Indeed, Eclipse is a platform, which has upsides and downsides for Java developers working in Eclipse. Indeed, there are many other products that are built on the Eclipse platform. But this also means that Eclipse JDT is just one of many tools running on the platform, and the needs of the Java support are not always top priority for the platform developers. On the other hand, IntelliJ IDEA focuses on being a Java IDE, and we try to provide the absolutely best Java development experience with no compromises.

We do not have any plans to make IntelliJ IDEA a platform. This doesn't make business sense for us and won't help the users either - all the companies which have already invested in the Eclipse RCP won't suddenly switch simply because another platform became available.

Also, it is not feasible for us to support Eclipse plugins in IntelliJ IDEA. The architecture is simply too different - we would have to spend lots and lots of work reimplementing the Eclipse APIs over our own codebase.

 
software visualization
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I think Dmitry's response is right on; it's called picking one thing and doing it well. Who do you think is going to best service the creation-tools needs of Java developers, a company dedicated to doing that and only that or a company whose product is living off the money/time/attention froth of their other income streams? IntelliJ is the best IDE out there and the price is literally 1/10th of what the giants of the past charged for their less-than-stellar products. There are lots of plug-in platforms out there for everything from geenral programs (pico-container, nano-container) to image processing (ImageJ). Don't believe for a second that everything is going to be hosted on a generic platform like Eclipse in the future. Specialized plug-in architectures are more efficient just like specialized drag cars are more efficient; they are not meant for everything- they're meant for ONE thing.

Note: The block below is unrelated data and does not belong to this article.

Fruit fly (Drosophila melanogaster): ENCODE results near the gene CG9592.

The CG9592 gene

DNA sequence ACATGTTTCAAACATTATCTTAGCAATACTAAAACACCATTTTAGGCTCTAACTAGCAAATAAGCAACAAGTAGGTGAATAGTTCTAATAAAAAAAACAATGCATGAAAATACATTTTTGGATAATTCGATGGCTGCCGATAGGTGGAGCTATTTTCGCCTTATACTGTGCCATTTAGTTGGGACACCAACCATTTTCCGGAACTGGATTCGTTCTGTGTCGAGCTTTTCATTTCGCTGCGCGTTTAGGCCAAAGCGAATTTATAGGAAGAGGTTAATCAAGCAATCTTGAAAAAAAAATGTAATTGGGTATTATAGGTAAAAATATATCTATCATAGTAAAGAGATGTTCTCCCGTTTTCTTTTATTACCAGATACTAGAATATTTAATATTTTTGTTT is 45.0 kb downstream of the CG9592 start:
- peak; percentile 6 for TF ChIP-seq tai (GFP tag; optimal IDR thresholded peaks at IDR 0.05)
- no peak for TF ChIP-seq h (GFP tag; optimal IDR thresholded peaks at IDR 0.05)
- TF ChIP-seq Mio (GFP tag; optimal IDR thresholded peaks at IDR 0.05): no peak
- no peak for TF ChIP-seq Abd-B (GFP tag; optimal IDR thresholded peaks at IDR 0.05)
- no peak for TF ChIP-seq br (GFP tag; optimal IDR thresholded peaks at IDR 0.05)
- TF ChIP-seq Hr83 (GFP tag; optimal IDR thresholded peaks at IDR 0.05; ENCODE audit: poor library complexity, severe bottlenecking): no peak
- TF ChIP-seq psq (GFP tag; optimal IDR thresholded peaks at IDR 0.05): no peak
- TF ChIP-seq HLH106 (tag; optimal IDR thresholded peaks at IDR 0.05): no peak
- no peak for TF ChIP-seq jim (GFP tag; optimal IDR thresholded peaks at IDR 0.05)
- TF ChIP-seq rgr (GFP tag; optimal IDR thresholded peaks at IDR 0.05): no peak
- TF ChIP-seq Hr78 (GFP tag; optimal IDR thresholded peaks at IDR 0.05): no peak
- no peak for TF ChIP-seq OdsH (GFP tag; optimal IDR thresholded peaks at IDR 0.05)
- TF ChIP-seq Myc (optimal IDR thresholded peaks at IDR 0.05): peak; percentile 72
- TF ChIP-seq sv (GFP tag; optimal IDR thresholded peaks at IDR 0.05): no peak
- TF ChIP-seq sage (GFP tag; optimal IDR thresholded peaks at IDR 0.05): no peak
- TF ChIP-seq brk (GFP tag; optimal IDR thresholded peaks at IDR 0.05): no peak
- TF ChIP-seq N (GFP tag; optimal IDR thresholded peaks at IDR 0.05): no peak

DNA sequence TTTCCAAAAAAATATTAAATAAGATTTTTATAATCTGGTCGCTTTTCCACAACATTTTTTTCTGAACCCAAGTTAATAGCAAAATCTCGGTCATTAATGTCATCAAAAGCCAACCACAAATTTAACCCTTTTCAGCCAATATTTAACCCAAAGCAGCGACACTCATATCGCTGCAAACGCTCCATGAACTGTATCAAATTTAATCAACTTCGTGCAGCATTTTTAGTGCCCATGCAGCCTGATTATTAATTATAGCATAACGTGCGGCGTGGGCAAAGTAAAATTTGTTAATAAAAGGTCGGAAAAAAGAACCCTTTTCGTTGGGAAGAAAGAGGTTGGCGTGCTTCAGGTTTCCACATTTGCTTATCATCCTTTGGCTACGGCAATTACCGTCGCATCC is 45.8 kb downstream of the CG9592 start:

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"_software visualization",

We're pleased to have you here with us here at JavaRanch, but there are a few rules that need to be followed, and one is that proper names are required. Please take a look at the JavaRanch Naming Policy and adjust your display name to match it.

In particular, your display name must be a first and a last name separated by a space character, and must not be obviously fictitious.

Also note that accounts with invalid names are ineligible to win the software.

Thanks,
Jeanne
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Originally posted by Dylan Honorez:

I would use IntelliJ for coding, Eclipse for Integration with business logic and finally NetBeans for making GUI's (which I think is something IntelliJ needs to review urgently).



Doesn't help you regarding IDEA, but have you seen Matisse4MyEclipse?
 
Jeroen T Wenting
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Originally posted by Tim Holloway:
If you think you can't do GUI's in IntelliJ, you probably haven't tried IntelliJ 6. While it lacks a a WYSWIG JSF editor, it does great Swing design.

Now I no longer have to use my antique copy of Visual Cafe to layout Swing apps!



You can "do GUI's" in edlin if you have to, you don't need a fancy "visual" tool for it.
In fact given the quality of the code most such tools produce you're better off not using them except maybe for rapid prototyping.
 
Dmitry Jemerov
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Hello Jeroen,

Why do you care about the quality of the code produced by GUI designer tools? You don't have to ever touch this code. You can just write your code around the generated code.

One of the modes of operation for IntelliJ IDEA's GUI designer is bytecode generation. In this mode, there is no generated source code at all - the form layout code is inserted directly to .class files after compilation.

And of course, the productivity of creating, and especially maintaining, UIs in any good UI design tool far exceeds that of working with UI forms in a text editor.